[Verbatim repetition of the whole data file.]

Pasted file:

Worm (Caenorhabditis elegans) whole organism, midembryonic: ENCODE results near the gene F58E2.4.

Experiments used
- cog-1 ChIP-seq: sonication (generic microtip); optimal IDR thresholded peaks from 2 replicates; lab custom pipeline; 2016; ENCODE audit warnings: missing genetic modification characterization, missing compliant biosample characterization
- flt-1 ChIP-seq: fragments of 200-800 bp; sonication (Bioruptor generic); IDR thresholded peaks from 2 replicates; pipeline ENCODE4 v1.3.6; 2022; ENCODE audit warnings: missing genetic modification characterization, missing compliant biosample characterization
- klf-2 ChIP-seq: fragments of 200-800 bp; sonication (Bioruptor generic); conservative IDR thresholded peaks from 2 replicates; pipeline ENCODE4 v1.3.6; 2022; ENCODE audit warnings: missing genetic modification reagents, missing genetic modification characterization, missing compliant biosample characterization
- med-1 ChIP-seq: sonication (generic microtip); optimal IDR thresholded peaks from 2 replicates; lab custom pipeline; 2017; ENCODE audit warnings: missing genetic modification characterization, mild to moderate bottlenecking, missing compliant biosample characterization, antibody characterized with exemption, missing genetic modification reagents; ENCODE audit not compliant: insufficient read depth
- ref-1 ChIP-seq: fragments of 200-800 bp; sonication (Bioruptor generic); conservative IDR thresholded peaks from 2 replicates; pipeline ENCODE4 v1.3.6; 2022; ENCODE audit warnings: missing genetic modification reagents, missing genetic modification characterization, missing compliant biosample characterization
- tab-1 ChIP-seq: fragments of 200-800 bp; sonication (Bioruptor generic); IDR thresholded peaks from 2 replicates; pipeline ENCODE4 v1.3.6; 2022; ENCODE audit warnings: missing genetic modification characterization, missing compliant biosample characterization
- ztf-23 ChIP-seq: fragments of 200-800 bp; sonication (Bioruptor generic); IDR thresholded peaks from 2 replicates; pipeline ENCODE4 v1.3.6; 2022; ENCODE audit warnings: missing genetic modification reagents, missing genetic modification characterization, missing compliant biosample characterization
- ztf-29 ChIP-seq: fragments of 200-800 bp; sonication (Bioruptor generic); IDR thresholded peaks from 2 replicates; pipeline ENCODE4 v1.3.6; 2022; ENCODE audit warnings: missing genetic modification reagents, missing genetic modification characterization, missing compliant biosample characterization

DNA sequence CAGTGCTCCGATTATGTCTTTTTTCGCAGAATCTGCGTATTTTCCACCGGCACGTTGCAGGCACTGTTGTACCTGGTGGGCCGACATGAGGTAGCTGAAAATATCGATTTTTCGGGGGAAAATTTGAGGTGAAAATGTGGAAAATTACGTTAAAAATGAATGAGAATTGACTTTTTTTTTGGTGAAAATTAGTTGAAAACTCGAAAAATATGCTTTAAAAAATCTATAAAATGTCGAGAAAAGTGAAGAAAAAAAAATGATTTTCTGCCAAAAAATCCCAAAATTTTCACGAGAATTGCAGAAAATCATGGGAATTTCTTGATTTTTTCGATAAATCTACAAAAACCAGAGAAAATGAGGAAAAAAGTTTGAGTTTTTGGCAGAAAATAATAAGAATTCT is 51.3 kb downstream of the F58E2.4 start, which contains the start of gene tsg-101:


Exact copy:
Worm (Caenorhabditis elegans) whole organism, midembryonic: ENCODE results near the gene F58E2.4.

Experiments used
- cog-1 ChIP-seq: sonication (generic microtip); optimal IDR thresholded peaks from 2 replicates; lab custom pipeline; 2016; ENCODE audit warnings: missing genetic modification characterization, missing compliant biosample characterization
- flt-1 ChIP-seq: fragments of 200-800 bp; sonication (Bioruptor generic); IDR thresholded peaks from 2 replicates; pipeline ENCODE4 v1.3.6; 2022; ENCODE audit warnings: missing genetic modification characterization, missing compliant biosample characterization
- klf-2 ChIP-seq: fragments of 200-800 bp; sonication (Bioruptor generic); conservative IDR thresholded peaks from 2 replicates; pipeline ENCODE4 v1.3.6; 2022; ENCODE audit warnings: missing genetic modification reagents, missing genetic modification characterization, missing compliant biosample characterization
- med-1 ChIP-seq: sonication (generic microtip); optimal IDR thresholded peaks from 2 replicates; lab custom pipeline; 2017; ENCODE audit warnings: missing genetic modification characterization, mild to moderate bottlenecking, missing compliant biosample characterization, antibody characterized with exemption, missing genetic modification reagents; ENCODE audit not compliant: insufficient read depth
- ref-1 ChIP-seq: fragments of 200-800 bp; sonication (Bioruptor generic); conservative IDR thresholded peaks from 2 replicates; pipeline ENCODE4 v1.3.6; 2022; ENCODE audit warnings: missing genetic modification reagents, missing genetic modification characterization, missing compliant biosample characterization
- tab-1 ChIP-seq: fragments of 200-800 bp; sonication (Bioruptor generic); IDR thresholded peaks from 2 replicates; pipeline ENCODE4 v1.3.6; 2022; ENCODE audit warnings: missing genetic modification characterization, missing compliant biosample characterization
- ztf-23 ChIP-seq: fragments of 200-800 bp; sonication (Bioruptor generic); IDR thresholded peaks from 2 replicates; pipeline ENCODE4 v1.3.6; 2022; ENCODE audit warnings: missing genetic modification reagents, missing genetic modification characterization, missing compliant biosample characterization
- ztf-29 ChIP-seq: fragments of 200-800 bp; sonication (Bioruptor generic); IDR thresholded peaks from 2 replicates; pipeline ENCODE4 v1.3.6; 2022; ENCODE audit warnings: missing genetic modification reagents, missing genetic modification characterization, missing compliant biosample characterization

DNA sequence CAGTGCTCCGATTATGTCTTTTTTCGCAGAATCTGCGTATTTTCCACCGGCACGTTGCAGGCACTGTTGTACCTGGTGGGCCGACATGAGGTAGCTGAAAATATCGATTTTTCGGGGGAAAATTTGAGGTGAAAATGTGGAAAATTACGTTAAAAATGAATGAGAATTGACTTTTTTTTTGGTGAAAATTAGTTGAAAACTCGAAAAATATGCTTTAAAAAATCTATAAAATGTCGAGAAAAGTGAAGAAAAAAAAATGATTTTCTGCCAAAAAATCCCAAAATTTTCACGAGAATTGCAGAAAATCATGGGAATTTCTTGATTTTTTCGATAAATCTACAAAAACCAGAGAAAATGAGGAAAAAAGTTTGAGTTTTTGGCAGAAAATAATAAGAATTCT is 51.3 kb downstream of the F58E2.4 start, which contains the start of gene tsg-101: